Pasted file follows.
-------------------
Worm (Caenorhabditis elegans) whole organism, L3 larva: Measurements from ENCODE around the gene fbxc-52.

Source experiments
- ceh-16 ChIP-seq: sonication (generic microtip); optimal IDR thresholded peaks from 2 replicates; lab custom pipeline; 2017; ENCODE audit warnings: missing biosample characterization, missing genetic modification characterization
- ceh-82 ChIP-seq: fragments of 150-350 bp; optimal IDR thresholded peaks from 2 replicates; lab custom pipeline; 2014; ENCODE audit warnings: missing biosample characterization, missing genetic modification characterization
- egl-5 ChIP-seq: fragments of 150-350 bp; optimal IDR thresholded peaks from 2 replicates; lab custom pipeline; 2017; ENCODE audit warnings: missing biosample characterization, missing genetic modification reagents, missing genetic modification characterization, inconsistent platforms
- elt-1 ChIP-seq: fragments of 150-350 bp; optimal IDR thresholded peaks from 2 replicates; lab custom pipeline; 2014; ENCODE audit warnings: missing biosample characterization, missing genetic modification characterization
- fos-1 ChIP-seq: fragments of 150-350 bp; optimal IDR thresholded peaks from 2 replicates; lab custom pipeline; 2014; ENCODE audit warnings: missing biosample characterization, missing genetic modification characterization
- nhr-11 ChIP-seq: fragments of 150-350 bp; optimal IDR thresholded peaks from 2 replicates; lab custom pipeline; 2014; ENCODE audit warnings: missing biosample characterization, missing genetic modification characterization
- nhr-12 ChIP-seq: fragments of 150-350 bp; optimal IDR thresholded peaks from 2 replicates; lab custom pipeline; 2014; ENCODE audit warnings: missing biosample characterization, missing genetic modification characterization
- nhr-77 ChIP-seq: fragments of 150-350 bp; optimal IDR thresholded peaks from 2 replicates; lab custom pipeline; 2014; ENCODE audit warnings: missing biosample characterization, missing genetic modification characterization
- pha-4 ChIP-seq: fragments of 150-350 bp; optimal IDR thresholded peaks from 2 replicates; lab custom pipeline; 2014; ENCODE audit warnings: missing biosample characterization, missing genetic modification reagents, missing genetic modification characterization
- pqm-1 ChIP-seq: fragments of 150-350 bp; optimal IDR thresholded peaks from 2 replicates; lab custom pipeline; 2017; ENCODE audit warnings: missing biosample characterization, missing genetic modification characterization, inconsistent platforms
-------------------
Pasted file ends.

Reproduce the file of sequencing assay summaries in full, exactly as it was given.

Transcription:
Worm (Caenorhabditis elegans) whole organism, L3 larva: Measurements from ENCODE around the gene fbxc-52.

Source experiments
- ceh-16 ChIP-seq: sonication (generic microtip); optimal IDR thresholded peaks from 2 replicates; lab custom pipeline; 2017; ENCODE audit warnings: missing biosample characterization, missing genetic modification characterization
- ceh-82 ChIP-seq: fragments of 150-350 bp; optimal IDR thresholded peaks from 2 replicates; lab custom pipeline; 2014; ENCODE audit warnings: missing biosample characterization, missing genetic modification characterization
- egl-5 ChIP-seq: fragments of 150-350 bp; optimal IDR thresholded peaks from 2 replicates; lab custom pipeline; 2017; ENCODE audit warnings: missing biosample characterization, missing genetic modification reagents, missing genetic modification characterization, inconsistent platforms
- elt-1 ChIP-seq: fragments of 150-350 bp; optimal IDR thresholded peaks from 2 replicates; lab custom pipeline; 2014; ENCODE audit warnings: missing biosample characterization, missing genetic modification characterization
- fos-1 ChIP-seq: fragments of 150-350 bp; optimal IDR thresholded peaks from 2 replicates; lab custom pipeline; 2014; ENCODE audit warnings: missing biosample characterization, missing genetic modification characterization
- nhr-11 ChIP-seq: fragments of 150-350 bp; optimal IDR thresholded peaks from 2 replicates; lab custom pipeline; 2014; ENCODE audit warnings: missing biosample characterization, missing genetic modification characterization
- nhr-12 ChIP-seq: fragments of 150-350 bp; optimal IDR thresholded peaks from 2 replicates; lab custom pipeline; 2014; ENCODE audit warnings: missing biosample characterization, missing genetic modification characterization
- nhr-77 ChIP-seq: fragments of 150-350 bp; optimal IDR thresholded peaks from 2 replicates; lab custom pipeline; 2014; ENCODE audit warnings: missing biosample characterization, missing genetic modification characterization
- pha-4 ChIP-seq: fragments of 150-350 bp; optimal IDR thresholded peaks from 2 replicates; lab custom pipeline; 2014; ENCODE audit warnings: missing biosample characterization, missing genetic modification reagents, missing genetic modification characterization
- pqm-1 ChIP-seq: fragments of 150-350 bp; optimal IDR thresholded peaks from 2 replicates; lab custom pipeline; 2017; ENCODE audit warnings: missing biosample characterization, missing genetic modification characterization, inconsistent platforms